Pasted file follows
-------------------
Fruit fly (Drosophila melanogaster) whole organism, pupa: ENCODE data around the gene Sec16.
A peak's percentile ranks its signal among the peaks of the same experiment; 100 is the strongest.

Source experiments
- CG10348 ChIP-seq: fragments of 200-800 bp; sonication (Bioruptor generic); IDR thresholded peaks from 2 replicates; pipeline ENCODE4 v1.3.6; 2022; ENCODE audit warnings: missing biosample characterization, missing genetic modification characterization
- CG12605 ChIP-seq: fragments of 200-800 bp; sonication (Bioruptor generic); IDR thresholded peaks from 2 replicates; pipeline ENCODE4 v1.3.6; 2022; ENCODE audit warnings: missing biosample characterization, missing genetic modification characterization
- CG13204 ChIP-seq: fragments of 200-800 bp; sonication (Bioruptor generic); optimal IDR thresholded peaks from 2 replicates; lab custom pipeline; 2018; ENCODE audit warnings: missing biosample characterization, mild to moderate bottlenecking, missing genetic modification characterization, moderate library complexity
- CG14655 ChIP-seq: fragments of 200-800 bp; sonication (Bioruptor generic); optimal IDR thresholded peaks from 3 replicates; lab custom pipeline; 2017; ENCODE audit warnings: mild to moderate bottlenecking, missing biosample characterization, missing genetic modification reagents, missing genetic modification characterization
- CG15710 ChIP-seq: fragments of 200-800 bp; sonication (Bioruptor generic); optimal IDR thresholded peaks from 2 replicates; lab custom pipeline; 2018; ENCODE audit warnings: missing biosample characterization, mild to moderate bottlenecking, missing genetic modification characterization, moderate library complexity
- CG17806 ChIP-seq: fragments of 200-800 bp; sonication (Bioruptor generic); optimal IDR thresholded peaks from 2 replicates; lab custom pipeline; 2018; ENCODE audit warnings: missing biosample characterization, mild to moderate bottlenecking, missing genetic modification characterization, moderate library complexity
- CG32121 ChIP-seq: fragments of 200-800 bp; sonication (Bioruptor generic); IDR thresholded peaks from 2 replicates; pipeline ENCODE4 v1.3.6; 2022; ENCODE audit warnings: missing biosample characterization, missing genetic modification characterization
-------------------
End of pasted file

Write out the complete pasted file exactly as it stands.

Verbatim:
Fruit fly (Drosophila melanogaster) whole organism, pupa: ENCODE data around the gene Sec16.
A peak's percentile ranks its signal among the peaks of the same experiment; 100 is the strongest.

Source experiments
- CG10348 ChIP-seq: fragments of 200-800 bp; sonication (Bioruptor generic); IDR thresholded peaks from 2 replicates; pipeline ENCODE4 v1.3.6; 2022; ENCODE audit warnings: missing biosample characterization, missing genetic modification characterization
- CG12605 ChIP-seq: fragments of 200-800 bp; sonication (Bioruptor generic); IDR thresholded peaks from 2 replicates; pipeline ENCODE4 v1.3.6; 2022; ENCODE audit warnings: missing biosample characterization, missing genetic modification characterization
- CG13204 ChIP-seq: fragments of 200-800 bp; sonication (Bioruptor generic); optimal IDR thresholded peaks from 2 replicates; lab custom pipeline; 2018; ENCODE audit warnings: missing biosample characterization, mild to moderate bottlenecking, missing genetic modification characterization, moderate library complexity
- CG14655 ChIP-seq: fragments of 200-800 bp; sonication (Bioruptor generic); optimal IDR thresholded peaks from 3 replicates; lab custom pipeline; 2017; ENCODE audit warnings: mild to moderate bottlenecking, missing biosample characterization, missing genetic modification reagents, missing genetic modification characterization
- CG15710 ChIP-seq: fragments of 200-800 bp; sonication (Bioruptor generic); optimal IDR thresholded peaks from 2 replicates; lab custom pipeline; 2018; ENCODE audit warnings: missing biosample characterization, mild to moderate bottlenecking, missing genetic modification characterization, moderate library complexity
- CG17806 ChIP-seq: fragments of 200-800 bp; sonication (Bioruptor generic); optimal IDR thresholded peaks from 2 replicates; lab custom pipeline; 2018; ENCODE audit warnings: missing biosample characterization, mild to moderate bottlenecking, missing genetic modification characterization, moderate library complexity
- CG32121 ChIP-seq: fragments of 200-800 bp; sonication (Bioruptor generic); IDR thresholded peaks from 2 replicates; pipeline ENCODE4 v1.3.6; 2022; ENCODE audit warnings: missing biosample characterization, missing genetic modification characterization